Thursday, 6 November 2008

Five More Books for After-Election Reading--US This Time

The circumstances are different, but I’ve been reflecting on what would be good after-election reading, the way I did after the Canadian Federal election. Here’s what I’ve come up with:

Some novels to help us understand how far the United States has come:

Sally Hemmings: a Novel by Barbara Case Riboud. The life of Thomas Jefferson’s black mistress.

The Book of Negroes/ Someone Knows my Name
by Lawrence Hill. Based on a ittle known historical document called the Book of Negroes, dating from the US Revolution.

All the King’s Men by Robert Penn Warren. Set in the Louisiana of the first decades of the 20th century, it tells the story of a white (and they all were white then) politician, and how he changed from being a decent populist to becoming a demagogue.

How Stella Got Her Groove Back by Terry McMillan. A feel-good chick lit novel by an African American writer who’s got considerable groove herself. Her world is a universe away from the people—whatever race—in All the King’s Men, thank goodness.

The Poisonwood Bible: by Barbara Kingsolver. A Fundamentalist family in Africa and what happened afterwards. Kingsolver’s master work.

And as a bonus, a book of non-fiction that shows the way to what we, and the new president, should do next.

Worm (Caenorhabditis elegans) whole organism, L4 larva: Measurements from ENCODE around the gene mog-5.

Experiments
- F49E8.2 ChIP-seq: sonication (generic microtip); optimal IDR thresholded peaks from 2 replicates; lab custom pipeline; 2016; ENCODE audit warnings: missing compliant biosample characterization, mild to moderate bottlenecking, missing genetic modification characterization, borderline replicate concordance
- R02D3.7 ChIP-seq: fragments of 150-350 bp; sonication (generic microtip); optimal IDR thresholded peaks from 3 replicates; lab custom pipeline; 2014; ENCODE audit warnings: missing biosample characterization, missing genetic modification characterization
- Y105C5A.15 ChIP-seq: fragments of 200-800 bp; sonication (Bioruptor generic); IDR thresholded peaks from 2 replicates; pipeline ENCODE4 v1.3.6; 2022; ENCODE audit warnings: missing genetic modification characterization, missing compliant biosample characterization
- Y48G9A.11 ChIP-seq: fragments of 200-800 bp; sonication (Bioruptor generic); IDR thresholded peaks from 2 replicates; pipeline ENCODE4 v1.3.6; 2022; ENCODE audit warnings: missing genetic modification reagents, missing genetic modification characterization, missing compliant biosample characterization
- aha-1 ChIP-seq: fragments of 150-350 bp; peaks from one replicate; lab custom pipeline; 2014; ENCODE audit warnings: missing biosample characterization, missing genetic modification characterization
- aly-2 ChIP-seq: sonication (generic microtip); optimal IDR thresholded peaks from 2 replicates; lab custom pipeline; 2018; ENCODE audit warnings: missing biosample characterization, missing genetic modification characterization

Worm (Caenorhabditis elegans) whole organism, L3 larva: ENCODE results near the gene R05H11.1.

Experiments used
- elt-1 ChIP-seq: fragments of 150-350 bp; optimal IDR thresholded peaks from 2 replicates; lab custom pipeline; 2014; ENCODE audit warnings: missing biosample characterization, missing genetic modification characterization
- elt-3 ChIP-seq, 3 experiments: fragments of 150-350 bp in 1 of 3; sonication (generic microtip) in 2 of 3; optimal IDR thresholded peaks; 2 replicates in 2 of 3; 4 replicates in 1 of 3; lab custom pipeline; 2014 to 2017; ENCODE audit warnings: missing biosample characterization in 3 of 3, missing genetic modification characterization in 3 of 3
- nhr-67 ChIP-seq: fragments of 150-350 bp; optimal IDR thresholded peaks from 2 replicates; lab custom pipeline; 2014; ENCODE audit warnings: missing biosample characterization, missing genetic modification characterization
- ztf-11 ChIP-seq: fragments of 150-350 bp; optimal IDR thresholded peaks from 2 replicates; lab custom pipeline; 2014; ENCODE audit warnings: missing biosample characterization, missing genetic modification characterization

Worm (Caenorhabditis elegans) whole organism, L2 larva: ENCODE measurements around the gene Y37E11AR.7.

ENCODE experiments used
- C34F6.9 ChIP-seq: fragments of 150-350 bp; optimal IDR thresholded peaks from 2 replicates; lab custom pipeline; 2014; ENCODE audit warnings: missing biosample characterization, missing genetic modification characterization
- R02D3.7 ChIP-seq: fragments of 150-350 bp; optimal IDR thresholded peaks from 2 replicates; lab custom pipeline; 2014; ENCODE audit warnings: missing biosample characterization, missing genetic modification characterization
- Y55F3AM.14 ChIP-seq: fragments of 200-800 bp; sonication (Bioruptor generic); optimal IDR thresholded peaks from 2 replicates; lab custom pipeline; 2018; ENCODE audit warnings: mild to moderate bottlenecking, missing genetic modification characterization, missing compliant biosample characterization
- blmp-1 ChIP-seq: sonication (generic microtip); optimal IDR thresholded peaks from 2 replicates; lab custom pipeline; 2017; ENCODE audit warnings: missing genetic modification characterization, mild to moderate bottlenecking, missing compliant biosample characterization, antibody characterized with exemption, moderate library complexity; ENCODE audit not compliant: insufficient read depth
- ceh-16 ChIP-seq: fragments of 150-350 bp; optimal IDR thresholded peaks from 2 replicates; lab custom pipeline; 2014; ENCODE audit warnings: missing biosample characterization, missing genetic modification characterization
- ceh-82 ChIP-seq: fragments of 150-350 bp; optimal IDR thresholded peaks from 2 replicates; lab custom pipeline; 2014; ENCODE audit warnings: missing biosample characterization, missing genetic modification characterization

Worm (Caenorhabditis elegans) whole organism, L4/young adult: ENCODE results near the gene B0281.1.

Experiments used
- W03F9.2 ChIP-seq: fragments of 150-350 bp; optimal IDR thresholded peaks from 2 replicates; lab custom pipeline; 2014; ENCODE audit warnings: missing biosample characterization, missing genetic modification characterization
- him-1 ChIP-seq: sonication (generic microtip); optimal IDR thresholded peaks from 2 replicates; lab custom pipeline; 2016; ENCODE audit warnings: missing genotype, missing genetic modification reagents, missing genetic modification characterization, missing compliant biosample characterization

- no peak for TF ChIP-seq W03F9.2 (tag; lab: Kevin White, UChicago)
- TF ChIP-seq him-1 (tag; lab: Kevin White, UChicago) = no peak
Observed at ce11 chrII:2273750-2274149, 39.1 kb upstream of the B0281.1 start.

The Conscience of a Liberal
by Paul Krugman. This year’s Nobel Prize winner for economics outlines how a relatively equitable society was forged during the Depression of the 1930s and World War II, how free market and fundamentalist ideologues worked to destroy that after the mid-1970s, and what we might do to recover lost ground today. Published more than a year ago, it does presages the Obama and shows the way out the current financial crisis.


Martin Langeland said...

An excellent list!
Yet I have the temerity to request an addition: "The Divine Right of Capital" by Marjorie Kelley. This gives a clear eyed understanding of the particular beasts that created the mess in our Augean stables, that is: our corporate aristocracy, with its emphasis on running companies to provide the highest return to shareholders, who claim to own the enterprise, rather than include the workers who produce or the community which provides the setting and raw materials.
It is a call for corporate democracy as sharp and lusty as Tom Paine's call for political democracy.

Mary Soderstrom said...

Thank you for the suggestion, Martin. I don't know the book, and I'll look for it today.

Best wishes